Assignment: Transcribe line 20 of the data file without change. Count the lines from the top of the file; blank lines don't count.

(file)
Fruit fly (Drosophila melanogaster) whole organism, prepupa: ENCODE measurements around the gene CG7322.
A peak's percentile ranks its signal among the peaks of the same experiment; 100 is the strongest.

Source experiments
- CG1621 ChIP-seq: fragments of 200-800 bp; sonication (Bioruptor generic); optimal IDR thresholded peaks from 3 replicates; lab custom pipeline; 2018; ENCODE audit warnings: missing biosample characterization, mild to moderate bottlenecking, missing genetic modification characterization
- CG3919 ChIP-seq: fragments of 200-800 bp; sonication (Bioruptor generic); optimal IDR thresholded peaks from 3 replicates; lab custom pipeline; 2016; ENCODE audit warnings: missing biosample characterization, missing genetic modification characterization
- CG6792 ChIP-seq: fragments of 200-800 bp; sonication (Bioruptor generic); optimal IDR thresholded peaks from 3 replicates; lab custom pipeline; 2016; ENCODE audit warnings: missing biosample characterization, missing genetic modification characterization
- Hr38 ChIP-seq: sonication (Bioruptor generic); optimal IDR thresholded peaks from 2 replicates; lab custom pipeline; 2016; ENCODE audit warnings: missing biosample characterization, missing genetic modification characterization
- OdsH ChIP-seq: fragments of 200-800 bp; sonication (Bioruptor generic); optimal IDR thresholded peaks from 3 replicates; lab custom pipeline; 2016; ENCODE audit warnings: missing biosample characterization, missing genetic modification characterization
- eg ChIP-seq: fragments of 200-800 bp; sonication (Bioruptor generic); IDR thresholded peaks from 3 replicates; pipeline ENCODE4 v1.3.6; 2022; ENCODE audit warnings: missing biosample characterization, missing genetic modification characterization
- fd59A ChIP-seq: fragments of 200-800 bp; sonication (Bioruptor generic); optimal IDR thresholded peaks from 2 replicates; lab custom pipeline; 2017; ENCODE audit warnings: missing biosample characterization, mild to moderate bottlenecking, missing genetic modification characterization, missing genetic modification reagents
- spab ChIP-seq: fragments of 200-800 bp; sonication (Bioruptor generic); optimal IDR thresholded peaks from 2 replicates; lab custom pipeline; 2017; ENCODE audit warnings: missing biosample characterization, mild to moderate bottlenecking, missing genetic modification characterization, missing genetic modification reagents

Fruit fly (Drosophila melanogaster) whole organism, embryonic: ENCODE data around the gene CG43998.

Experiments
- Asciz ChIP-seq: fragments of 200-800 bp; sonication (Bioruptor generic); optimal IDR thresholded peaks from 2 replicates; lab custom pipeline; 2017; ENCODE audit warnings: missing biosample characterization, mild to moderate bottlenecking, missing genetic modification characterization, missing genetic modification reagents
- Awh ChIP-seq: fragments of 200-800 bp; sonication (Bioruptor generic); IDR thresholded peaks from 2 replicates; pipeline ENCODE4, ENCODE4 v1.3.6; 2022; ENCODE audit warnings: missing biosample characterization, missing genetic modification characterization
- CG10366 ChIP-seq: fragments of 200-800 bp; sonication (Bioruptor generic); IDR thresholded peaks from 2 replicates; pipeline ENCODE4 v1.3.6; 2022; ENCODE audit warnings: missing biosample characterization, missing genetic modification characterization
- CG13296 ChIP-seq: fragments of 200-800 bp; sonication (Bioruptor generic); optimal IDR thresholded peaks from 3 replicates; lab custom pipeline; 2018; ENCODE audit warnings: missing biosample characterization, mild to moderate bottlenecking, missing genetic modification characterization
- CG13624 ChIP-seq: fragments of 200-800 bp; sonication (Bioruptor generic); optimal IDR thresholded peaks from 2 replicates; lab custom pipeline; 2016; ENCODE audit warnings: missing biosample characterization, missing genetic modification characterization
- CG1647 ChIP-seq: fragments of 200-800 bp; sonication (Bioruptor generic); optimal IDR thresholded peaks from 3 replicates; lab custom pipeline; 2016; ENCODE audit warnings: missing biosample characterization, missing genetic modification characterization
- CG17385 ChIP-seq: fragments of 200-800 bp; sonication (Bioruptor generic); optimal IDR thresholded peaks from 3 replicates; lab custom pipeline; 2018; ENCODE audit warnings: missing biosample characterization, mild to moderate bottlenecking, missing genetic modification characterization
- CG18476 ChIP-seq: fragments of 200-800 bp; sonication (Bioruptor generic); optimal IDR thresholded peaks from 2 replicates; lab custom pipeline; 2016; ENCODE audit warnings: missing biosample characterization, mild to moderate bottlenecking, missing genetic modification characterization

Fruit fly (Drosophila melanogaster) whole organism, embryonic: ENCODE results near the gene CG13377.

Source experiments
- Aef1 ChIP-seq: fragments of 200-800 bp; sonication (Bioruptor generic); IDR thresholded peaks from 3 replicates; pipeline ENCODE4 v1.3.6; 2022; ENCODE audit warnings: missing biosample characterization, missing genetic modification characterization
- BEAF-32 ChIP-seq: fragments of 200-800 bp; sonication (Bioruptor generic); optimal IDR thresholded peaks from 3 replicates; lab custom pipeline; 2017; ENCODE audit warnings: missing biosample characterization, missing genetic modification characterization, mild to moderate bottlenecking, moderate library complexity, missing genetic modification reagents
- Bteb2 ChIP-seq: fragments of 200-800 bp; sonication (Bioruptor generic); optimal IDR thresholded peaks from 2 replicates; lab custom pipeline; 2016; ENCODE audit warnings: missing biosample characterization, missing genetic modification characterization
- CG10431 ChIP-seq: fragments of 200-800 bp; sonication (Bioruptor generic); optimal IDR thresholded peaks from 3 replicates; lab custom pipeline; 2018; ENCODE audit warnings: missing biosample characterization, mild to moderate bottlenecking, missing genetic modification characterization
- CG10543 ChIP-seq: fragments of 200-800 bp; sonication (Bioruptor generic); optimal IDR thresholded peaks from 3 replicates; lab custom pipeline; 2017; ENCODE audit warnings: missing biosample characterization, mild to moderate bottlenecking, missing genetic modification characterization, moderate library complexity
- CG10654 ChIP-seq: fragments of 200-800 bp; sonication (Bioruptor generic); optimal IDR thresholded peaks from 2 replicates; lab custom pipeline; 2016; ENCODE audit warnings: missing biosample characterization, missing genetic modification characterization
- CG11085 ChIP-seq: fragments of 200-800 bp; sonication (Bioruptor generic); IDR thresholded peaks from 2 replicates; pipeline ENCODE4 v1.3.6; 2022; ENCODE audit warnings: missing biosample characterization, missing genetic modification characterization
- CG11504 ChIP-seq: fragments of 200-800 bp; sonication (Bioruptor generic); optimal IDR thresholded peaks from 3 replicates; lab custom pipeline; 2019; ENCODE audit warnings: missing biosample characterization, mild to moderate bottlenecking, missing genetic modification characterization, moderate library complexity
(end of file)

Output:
- CG17385 ChIP-seq: fragments of 200-800 bp; sonication (Bioruptor generic); optimal IDR thresholded peaks from 3 replicates; lab custom pipeline; 2018; ENCODE audit warnings: missing biosample characterization, mild to moderate bottlenecking, missing genetic modification characterization